The Virtual Machine Manager (VMM, or virt-manager) project provides a tool for managing the creation and running of both KVM and Xen virtual machine (VM) instances. VMM is written in Python using the GTK+ library for graphical user interface construction. The real work is done through the libvirt library, which is what you’ll be using for this article series. Although libvirt is a Red Hat-sponsored effort, it remains an open source project available under the GNU Lesser General Public License.
libvirt is made up of several different pieces, including the application programming interface (API) library, a daemon (libvirtd), and a default command-line utility (virsh). For the purposes of this article, all testing is done using Ubuntu Server version 11.04. The Installation and setup section covers everything I did to configure my server for developing the scripts presented here. Part 1 covers the basics of libvirt and Kernel-based Virtual Machine (KVM) virtualization along with a few command-line scripts to whet your appetite. Part 2 will dive deeper and show you how you can build your own virtualization management tools using libvirt, Python, and wxPython. (…)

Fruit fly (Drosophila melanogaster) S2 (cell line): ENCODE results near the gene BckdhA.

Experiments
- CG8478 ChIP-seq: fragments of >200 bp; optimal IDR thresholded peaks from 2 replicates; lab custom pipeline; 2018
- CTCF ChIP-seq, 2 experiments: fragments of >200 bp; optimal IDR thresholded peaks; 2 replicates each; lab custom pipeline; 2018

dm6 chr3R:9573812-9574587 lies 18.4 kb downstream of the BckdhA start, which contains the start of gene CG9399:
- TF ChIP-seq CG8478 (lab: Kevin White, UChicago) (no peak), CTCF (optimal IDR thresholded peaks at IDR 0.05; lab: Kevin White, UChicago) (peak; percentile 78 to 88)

Thanks a lot to forums.opensuse.org
As we now found out the boot/shutdown problems where just caused by systemdso, while booting (on the grub menu) you can switch to
systemV via F5 and that
So now we must talk about making systemV default again, so just look what SUSEhelp post
us via IRC
<SUSEhelp> By default, openSUSE now
boots using systemd. In case of trouble, you can switch back to the old way using
sysvinit by pressing the F5 key on the boot. If you want to switch to sysvinit
permanently, install the sysvinit-init package. To switch back to systemd, reinstall
the systemd-sysvinit package.
So as easy as it is told: (…)
The following article will explain about the quick and easy tutorial : how to installing